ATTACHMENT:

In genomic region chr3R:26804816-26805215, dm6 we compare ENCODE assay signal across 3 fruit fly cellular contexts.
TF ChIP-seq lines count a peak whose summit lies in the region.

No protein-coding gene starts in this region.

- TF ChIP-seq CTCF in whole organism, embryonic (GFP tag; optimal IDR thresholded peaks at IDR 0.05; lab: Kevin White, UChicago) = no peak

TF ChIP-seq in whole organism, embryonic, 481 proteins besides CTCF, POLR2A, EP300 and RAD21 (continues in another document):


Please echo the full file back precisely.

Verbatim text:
In genomic region chr3R:26804816-26805215, dm6 we compare ENCODE assay signal across 3 fruit fly cellular contexts.
TF ChIP-seq lines count a peak whose summit lies in the region.

No protein-coding gene starts in this region.

- TF ChIP-seq CTCF in whole organism, embryonic (GFP tag; optimal IDR thresholded peaks at IDR 0.05; lab: Kevin White, UChicago) = no peak

TF ChIP-seq in whole organism, embryonic, 481 proteins besides CTCF, POLR2A, EP300 and RAD21 (continues in another document):